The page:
By Trust Khosa
I genuinely love sungura. It’s a genre I religious follow and my affection for it is beyond words. It’s one type of music we were exposed to as we grew up ekhaya under strict parents.
After performing energy-sapping chores like tilling the land, moulding bricks and felling drying, thick and towering trees for firewood in the scorching sun, the body would give in.
Then, the only remedy we needed to sooth our souls was a dose of sungura.
During our childhood, access to the radio was difficult and worse still owning a set.
Like most rural boys who loved sungura, we would sneak out at night and walk 10 or so km to the nearest business centre to catch up with latest musical releases.
The barman, who did not allow us access inside, would leave us dancing merrily to latest release at the verandah.
Imbibers would then give us coins for our fancy foot-works.
Then, we were spoilt for choice with sungura outfits of that time unleashing well-knit projects which had no fillers.
We followed the likes of System Tazvida’s releases religiously, the Chimbetus of song – Simon, Naison and Briam not Brian – and of course Paul Matavire among others.
And what more would one ask for when the two Leonards of song – Dembo and Zhakata – would give us polished project regularly.
Then, there was this quartet or is it quintet called Ngwenya Brothers led by Tedius Muchapedza Matsito.
The outfit was just exceptional and their music refreshing and danceable.
In short, we were not only spoilt for choice but there was quality.
Nowadays, it’s now a hotch-potch affair in the genre which has severely suffered stunted growth.
Creativity is now a serious deficiency since every sungura artiste – including some of the seasoned ones – wants to sound like BaSharo (Alick Macheso).
Besides lack of creative with the current crop of sungura artistes, I still love the genre but my playlist is biased towards yesteryear greats.
And yesterday, I was hurt to the marrow.
This follows the death of Matsito whose music I started dancing to on a bar verandah at a tender age in the back of beyond.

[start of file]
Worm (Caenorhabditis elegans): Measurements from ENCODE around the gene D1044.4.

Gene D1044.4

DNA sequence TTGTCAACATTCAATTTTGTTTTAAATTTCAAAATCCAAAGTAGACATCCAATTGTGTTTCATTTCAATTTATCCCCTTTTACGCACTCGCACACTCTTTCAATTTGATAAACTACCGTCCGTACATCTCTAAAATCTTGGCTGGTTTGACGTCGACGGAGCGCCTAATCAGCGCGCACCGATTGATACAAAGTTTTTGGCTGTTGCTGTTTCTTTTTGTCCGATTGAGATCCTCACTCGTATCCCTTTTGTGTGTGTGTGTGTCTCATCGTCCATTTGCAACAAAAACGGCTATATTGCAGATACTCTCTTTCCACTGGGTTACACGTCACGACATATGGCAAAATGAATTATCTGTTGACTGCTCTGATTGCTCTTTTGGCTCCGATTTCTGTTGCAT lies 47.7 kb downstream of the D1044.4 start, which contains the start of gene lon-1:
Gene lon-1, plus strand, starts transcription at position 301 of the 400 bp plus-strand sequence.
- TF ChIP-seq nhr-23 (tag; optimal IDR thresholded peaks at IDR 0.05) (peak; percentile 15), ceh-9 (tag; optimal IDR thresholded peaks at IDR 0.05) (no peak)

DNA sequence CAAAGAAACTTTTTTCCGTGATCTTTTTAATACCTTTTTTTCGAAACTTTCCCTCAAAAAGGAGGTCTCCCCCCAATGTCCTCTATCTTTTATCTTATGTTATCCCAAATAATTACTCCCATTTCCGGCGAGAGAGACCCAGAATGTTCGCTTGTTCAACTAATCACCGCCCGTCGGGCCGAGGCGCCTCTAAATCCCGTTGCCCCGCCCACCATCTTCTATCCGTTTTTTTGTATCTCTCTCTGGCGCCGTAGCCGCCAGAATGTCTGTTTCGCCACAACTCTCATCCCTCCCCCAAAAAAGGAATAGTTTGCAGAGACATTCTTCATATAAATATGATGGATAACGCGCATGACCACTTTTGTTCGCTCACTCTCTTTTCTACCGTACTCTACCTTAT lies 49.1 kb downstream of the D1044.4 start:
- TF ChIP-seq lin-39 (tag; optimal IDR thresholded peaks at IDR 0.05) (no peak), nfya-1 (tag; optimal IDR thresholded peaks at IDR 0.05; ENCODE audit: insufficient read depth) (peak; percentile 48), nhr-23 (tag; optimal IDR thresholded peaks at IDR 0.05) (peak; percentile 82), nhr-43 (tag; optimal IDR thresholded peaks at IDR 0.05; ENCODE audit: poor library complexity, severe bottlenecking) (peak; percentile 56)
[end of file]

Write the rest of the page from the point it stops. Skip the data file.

Matsito succumbed to stroke at Parirenyatwa Groups of Hospitals aged 48. May His Dear Soul Rest in Peace!
In this obituary, I have decided to depart from the norm.
I won’t dwell much on his biography, siblings, earnings, family and financial woes but the bitterness he suffered.
Matsito is a bitter charity curse unheard or ignore who would be lowered six fit under with a bleeding sole on his heart.
After losing his musical kit and eventually band members as a result of a road accident, Matsito was never shy to send his begging bow as he genuinely needed help.
Muchapedza knew very well the car crash had literally finished him.
So dire was Matsito’s condition that one of his legs got amputated as a result of the illness.
There are however some who made pledges but they were never enough.
My heart bleeds for those who abused his name under the name of fundraising for him yet all they wanted were selfies and mileage.
Earlier on when he went public there were people who helped him and played their part.
But a few months before his death, he was completely forgotten.
This was despite the fact that Matsito was brave enough to go public as a charity case.
Over the years, we have had arts regulatory chiefs in the country, fellow musicians and friends passing touching eulogies on the graveside but still did nothing to save the departed.
This year alone, the arts sector was robbed a lot with national hero Oliver “Tuku” Mtukudzi and Dorothy Masuka still fresh in our minds.
Matsito, who had his own, has on many occasions appealed for medication but all he got in his last days were ‘selfie’ moments.
So sad were those ‘selfie’ moments as well-to-do people would burn fuel and roll in expensive wheels just to leave peanuts or simply to have photographs with the ailing men.
Unlike Tongai Moyo who denied being a charity case denying help from the public Matsito deserved to be shown love.
I’m aware that many of you would be playing his music in your cars and homes but we could have done better.
To the relevant ministry and of course National Arts Council of Zimbabwe, it’s high time you set such a fund to help artistes in need.
Setting up a funeral policy and medical scheme for artists would be a start point.
As for artists they should not only make hay while the sun shines but invest in their health as well.
But when one sends an SOS, they need to be helped.
This is the case with Matsito who despite being assisted by BaSharo, had gone public.
Sadly, his script is that of a bitter charity case unheard.
He begged but some of the would be benefactors took advantage of his condition.
He went down on his knees but his prayers were not answered. May His Soul Rest in Pace. H-Metro